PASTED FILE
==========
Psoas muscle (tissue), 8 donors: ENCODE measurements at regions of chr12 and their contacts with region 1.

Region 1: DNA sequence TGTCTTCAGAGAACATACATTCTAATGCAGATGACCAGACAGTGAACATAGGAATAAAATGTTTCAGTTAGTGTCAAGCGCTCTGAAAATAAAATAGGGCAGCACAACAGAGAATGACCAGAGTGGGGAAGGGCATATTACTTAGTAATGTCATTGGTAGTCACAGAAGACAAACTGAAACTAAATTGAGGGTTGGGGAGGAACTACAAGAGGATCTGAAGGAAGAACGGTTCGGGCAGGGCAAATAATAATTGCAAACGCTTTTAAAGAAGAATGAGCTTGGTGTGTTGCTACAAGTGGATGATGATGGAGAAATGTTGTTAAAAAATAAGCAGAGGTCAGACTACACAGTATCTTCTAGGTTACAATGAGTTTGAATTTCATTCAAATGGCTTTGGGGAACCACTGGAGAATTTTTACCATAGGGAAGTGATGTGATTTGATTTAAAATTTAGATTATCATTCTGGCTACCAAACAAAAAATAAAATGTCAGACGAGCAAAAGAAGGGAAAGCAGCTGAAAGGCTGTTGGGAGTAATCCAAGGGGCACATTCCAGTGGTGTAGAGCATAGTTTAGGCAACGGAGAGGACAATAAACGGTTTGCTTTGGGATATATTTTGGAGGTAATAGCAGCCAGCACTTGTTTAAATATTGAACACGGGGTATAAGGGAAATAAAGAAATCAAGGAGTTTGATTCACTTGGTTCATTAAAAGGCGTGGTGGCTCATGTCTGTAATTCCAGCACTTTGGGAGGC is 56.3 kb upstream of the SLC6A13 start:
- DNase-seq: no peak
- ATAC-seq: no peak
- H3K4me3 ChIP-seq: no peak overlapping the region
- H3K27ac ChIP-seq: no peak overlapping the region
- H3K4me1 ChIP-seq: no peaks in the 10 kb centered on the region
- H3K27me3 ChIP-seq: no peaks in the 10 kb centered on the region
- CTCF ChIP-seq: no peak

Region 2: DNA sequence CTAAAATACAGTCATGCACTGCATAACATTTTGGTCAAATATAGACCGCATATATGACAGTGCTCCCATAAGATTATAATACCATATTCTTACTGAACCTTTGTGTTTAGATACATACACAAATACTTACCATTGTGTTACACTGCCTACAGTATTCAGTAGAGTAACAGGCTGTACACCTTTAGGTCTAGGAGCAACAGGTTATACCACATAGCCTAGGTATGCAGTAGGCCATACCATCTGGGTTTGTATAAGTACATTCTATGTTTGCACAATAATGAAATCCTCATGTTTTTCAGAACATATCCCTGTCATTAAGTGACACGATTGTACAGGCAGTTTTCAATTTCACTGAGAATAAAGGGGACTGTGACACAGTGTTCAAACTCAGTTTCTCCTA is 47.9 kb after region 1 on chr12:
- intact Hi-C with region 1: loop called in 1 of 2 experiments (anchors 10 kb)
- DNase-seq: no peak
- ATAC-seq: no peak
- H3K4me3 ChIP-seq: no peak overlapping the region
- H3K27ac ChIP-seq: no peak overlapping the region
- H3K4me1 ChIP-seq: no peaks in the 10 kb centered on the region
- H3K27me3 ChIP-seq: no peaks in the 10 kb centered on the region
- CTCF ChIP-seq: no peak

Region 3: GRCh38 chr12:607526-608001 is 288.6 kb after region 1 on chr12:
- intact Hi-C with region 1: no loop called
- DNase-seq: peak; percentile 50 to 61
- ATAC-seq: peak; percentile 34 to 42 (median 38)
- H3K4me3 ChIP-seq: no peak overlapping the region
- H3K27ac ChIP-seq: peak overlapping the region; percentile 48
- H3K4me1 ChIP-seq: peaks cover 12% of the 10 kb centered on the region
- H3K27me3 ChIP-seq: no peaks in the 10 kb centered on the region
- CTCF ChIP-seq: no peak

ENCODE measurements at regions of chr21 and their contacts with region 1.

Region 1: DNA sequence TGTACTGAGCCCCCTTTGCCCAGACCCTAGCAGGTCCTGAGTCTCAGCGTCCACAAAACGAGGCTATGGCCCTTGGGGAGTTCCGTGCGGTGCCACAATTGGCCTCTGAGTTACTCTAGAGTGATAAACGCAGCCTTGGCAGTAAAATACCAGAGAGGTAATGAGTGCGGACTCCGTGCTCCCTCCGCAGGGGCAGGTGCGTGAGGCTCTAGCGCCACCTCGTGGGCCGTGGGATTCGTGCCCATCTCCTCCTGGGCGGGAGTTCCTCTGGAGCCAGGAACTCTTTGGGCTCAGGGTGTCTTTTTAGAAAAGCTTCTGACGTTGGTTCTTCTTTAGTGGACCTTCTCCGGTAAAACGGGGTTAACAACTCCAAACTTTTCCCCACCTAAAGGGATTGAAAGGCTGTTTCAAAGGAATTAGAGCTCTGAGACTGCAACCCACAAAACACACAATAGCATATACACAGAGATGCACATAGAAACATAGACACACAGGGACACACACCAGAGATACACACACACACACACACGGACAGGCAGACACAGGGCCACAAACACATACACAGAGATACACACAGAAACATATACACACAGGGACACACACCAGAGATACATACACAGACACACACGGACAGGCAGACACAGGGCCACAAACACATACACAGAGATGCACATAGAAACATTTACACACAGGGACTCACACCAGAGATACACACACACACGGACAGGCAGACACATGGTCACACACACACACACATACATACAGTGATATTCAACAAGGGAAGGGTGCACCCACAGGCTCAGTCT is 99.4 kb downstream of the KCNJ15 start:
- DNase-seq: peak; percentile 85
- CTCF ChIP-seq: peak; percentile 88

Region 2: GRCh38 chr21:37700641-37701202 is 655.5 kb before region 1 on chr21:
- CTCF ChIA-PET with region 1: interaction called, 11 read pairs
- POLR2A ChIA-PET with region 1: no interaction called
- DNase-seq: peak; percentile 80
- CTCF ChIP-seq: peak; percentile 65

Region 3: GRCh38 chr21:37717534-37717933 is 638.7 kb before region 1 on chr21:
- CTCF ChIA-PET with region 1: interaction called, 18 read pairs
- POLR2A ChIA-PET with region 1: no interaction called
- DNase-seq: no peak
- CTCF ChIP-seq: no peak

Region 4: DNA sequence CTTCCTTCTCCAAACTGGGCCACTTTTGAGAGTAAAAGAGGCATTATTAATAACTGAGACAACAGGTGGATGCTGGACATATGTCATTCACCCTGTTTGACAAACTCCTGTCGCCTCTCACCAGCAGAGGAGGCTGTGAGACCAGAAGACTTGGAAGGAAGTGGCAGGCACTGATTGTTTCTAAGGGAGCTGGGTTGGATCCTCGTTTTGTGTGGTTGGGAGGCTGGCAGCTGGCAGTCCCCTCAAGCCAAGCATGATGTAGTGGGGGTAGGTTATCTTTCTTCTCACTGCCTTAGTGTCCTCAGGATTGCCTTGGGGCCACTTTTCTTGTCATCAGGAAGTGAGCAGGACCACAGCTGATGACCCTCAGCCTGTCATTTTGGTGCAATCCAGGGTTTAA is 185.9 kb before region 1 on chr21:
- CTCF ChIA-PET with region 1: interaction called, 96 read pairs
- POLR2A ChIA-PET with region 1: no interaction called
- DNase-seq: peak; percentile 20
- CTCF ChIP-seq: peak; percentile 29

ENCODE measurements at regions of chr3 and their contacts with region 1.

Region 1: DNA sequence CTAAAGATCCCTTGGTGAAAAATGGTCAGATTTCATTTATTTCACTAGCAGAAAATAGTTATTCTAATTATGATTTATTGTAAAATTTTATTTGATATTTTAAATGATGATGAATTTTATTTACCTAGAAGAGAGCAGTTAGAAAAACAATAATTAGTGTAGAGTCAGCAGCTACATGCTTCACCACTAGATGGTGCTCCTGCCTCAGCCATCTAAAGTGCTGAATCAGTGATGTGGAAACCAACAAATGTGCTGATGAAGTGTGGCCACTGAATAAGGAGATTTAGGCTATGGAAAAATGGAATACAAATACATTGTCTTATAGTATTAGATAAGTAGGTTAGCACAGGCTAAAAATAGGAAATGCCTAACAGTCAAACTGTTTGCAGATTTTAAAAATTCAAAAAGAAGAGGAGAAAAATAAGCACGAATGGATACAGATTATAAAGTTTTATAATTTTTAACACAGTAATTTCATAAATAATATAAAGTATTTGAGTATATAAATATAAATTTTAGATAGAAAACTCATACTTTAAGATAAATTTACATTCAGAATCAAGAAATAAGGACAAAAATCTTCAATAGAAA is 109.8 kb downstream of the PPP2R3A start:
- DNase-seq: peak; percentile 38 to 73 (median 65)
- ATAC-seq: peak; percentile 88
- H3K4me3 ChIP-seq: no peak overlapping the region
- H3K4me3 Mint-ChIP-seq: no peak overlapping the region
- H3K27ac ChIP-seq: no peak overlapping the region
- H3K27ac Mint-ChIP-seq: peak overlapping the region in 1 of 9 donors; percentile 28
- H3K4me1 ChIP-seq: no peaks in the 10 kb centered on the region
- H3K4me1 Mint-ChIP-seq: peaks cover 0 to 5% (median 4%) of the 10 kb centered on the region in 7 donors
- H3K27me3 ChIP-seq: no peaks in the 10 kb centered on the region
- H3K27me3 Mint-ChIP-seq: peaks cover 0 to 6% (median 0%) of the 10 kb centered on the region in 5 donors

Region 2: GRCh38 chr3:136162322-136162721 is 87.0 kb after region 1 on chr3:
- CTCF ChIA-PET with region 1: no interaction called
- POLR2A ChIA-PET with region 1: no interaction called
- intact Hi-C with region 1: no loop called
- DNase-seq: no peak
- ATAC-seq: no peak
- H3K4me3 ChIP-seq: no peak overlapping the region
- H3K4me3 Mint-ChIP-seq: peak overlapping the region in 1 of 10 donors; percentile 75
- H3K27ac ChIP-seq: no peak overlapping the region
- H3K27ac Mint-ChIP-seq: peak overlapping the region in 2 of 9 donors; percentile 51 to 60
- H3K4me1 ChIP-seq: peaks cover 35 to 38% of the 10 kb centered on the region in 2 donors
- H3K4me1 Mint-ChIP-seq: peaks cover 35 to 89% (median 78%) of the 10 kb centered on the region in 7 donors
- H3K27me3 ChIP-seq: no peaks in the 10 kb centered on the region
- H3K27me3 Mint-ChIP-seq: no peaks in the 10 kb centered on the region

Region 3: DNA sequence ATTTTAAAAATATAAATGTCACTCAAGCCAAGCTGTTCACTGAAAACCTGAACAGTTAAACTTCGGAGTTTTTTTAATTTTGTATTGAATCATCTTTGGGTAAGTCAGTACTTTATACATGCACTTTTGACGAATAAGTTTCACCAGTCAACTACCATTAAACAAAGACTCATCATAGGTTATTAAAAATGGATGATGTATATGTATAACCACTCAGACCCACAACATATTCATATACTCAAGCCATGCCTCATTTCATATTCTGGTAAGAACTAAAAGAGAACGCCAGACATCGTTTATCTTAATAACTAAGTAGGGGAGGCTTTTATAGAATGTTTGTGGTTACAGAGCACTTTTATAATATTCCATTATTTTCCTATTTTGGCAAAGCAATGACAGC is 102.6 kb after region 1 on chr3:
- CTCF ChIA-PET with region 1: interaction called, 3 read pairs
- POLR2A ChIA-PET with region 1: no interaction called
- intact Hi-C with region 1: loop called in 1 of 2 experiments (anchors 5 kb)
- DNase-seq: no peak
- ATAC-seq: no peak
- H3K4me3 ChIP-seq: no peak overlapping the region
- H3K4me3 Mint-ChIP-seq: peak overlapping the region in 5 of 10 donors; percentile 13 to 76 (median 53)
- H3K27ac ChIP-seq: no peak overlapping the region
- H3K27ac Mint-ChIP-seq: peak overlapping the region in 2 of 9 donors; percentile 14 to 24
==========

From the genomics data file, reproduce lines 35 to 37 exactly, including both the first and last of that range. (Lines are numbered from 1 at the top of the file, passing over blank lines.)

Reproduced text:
- DNase-seq: peak; percentile 80
- CTCF ChIP-seq: peak; percentile 65

Region 3: GRCh38 chr21:37717534-37717933 is 638.7 kb before region 1 on chr21: